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Cognitive load theory: Teaching strategies Cognitive load theory: Teaching strategies

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Cognitive load theory: Teaching strategies

How do we apply our understanding of how people learn, think and solve problems to classroom instruction? This is the question that underpins cognitive load theory. John Sweller is an Emeritus Professor of Educational Psychology at the University of New South Wales and has spent decades researching this theory. In this article, following on from our introduction to cognitive load theory, Sweller describes some classroom teaching strategies that flow from cognitive load theory.

Cognitive load theory is an instructional theory based on human cognitive architecture (that is, the cognitive functions that allow us to learn) which looks at the characteristics of working memory and long-term memory, and how teacher instruction can best account for these factors.

Emeritus Professor John Sweller says there are a large number of instructional procedures (i.e. ‘effects’) that teachers can employ to lessen extraneous cognitive load.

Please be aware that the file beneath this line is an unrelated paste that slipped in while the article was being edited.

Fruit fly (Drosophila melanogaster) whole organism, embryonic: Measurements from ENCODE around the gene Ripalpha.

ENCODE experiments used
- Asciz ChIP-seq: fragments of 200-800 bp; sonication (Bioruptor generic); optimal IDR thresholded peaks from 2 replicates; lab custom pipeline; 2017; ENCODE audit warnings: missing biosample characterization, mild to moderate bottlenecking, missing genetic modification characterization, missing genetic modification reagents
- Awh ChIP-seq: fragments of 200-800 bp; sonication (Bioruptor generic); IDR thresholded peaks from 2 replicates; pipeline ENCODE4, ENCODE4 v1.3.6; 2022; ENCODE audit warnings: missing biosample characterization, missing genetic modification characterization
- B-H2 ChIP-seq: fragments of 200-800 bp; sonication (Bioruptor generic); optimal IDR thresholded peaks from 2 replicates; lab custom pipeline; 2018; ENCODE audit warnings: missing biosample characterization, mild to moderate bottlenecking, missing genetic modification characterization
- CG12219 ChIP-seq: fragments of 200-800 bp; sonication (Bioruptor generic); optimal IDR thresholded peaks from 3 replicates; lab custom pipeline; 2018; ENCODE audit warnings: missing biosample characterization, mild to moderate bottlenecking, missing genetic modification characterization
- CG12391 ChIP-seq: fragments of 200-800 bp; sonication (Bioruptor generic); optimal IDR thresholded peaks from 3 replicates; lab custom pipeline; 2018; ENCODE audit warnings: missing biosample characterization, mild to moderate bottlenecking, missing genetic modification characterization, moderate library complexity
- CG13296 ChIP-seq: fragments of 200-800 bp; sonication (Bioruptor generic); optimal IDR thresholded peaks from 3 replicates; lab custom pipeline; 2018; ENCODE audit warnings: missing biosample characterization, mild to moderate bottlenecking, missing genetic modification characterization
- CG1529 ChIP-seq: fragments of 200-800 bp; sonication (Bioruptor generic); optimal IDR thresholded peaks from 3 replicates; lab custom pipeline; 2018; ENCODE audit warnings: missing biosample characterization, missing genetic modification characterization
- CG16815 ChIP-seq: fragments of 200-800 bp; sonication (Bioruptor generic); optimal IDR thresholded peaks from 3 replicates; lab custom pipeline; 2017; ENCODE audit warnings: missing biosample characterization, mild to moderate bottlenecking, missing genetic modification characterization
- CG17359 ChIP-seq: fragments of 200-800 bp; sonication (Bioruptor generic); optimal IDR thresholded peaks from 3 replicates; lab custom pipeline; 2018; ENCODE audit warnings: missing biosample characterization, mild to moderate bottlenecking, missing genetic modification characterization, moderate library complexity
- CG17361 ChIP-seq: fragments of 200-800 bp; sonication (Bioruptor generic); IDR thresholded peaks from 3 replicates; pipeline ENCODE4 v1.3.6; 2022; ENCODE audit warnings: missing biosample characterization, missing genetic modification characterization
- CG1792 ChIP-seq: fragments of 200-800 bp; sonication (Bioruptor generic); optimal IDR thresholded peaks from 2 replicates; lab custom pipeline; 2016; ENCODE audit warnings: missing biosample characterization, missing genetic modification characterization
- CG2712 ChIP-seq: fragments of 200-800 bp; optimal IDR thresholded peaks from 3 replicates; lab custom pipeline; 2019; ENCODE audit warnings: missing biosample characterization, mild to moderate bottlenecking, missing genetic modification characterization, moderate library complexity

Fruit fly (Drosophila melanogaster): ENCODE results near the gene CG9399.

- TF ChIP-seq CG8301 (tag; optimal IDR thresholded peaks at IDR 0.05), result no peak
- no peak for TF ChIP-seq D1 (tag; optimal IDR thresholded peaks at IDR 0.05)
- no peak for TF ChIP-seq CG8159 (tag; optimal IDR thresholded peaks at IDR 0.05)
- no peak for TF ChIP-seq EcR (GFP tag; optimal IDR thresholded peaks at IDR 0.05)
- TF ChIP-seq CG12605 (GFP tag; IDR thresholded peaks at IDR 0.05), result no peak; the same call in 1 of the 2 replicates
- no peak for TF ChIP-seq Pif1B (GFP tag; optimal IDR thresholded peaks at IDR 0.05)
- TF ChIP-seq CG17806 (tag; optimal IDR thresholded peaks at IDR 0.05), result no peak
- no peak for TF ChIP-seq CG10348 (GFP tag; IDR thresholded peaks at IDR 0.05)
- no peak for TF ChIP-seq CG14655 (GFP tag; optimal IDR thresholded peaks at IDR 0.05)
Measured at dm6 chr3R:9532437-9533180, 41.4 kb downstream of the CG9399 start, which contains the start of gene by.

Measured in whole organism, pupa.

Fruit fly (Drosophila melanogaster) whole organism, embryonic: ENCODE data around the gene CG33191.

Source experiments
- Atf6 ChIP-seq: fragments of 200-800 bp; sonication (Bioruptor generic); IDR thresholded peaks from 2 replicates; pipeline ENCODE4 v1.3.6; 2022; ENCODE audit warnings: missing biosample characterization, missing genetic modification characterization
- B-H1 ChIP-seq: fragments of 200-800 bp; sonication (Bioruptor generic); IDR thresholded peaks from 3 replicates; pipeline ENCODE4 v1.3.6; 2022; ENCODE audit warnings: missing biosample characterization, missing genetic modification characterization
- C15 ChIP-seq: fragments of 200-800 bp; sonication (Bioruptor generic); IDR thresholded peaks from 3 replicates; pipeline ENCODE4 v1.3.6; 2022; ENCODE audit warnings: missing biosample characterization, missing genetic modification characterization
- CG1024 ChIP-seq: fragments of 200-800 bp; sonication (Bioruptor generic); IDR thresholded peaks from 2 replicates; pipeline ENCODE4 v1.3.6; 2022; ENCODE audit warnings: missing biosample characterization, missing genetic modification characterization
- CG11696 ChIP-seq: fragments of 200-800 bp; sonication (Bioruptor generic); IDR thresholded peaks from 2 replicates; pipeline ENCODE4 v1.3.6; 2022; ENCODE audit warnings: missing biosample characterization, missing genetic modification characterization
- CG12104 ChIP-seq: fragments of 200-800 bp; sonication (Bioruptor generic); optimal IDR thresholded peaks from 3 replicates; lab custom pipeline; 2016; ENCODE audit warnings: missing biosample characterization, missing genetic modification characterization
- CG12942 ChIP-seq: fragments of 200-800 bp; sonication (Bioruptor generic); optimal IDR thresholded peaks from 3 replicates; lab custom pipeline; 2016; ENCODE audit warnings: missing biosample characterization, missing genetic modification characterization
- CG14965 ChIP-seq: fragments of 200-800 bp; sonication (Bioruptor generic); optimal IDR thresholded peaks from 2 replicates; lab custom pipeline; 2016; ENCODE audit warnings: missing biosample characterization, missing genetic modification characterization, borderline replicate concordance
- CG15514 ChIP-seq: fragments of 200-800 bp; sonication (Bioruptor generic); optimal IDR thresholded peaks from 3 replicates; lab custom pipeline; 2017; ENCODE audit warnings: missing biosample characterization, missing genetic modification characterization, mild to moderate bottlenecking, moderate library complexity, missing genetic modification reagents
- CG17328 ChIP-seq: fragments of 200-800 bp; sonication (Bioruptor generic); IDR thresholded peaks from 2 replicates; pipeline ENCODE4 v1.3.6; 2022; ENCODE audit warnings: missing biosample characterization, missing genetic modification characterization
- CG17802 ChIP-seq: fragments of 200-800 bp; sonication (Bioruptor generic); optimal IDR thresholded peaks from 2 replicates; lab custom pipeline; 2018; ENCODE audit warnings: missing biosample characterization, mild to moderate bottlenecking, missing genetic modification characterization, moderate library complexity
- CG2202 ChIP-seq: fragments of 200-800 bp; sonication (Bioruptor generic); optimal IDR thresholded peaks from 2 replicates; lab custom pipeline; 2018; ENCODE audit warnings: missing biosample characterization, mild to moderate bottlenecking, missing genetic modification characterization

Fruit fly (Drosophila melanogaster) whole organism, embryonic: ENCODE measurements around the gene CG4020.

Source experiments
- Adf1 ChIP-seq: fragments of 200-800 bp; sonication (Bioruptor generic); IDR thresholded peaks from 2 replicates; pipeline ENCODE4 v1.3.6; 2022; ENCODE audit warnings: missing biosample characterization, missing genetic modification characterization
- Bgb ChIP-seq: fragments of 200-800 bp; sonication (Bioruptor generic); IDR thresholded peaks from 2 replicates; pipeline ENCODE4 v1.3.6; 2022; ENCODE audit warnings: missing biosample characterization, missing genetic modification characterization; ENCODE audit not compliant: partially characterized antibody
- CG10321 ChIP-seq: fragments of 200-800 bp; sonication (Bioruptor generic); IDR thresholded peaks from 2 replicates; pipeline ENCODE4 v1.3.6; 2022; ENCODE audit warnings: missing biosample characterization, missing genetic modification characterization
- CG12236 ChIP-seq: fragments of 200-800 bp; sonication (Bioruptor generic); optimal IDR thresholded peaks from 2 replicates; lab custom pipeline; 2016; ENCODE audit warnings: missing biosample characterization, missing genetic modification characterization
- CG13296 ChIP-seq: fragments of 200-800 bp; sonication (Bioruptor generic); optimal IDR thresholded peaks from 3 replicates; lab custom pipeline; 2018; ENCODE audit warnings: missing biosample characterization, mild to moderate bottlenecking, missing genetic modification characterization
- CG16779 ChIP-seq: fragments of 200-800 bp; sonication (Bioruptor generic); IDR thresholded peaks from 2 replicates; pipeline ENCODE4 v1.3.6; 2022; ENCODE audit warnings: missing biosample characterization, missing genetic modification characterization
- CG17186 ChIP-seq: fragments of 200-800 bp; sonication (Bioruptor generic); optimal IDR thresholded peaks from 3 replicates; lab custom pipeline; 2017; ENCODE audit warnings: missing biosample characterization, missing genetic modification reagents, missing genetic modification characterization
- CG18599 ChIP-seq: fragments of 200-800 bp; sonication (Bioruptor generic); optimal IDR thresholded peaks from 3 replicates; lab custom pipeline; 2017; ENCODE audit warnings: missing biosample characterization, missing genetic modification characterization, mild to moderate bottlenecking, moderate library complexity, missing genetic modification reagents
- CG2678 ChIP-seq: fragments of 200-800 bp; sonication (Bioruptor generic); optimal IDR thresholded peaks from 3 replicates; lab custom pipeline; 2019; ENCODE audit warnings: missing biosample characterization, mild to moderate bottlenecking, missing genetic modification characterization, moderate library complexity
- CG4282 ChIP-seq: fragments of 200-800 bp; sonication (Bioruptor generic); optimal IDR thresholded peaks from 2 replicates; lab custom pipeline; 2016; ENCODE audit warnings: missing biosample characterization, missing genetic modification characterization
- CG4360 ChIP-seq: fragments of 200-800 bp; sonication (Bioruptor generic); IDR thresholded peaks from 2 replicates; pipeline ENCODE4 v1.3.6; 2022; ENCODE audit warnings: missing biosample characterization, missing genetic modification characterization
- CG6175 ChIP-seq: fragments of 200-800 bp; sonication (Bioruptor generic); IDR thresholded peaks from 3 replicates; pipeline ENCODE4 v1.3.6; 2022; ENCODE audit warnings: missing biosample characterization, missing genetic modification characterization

He explains that a person experiencing extraneous cognitive load is a person who has an unnecessary load on their working memory, meaning they’re less likely to transfer all the information in their working memory to long-term memory.

Worked example effect, expertise reversal effect, and guidance fading effect

‘The worked example effect occurs when students provided problems to solve learn less than students presented identical problems with worked examples solutions to study,’ Sweller tells Teacher.

This is because if students are given guided instruction through worked examples, they’re much less likely to experience an unnecessary overload on their working memory.

Then, as students become more knowledgeable in an area from studying worked examples, having a student complete problem-solving tasks will become more effective for learning. This transition is known as the ‘expertise reversal effect’.

‘Based on these two effects, students should initially be given lots of explicit guidance to reduce their working memory load, which assists in transferring knowledge to long-term memory,’ Sweller explains.

In the classroom, there’s also the danger of presenting students with unnecessary or redundant information.

‘Once students are more knowledgeable, that [explicit] guidance is unnecessary and interferes with further development of expertise, and so should be faded out to be replaced by problem-solving.’

This method of transitioning from initially providing lots of guidance, to then moving towards problem-solving is known as the ‘guidance fading effect’.

Redundancy effect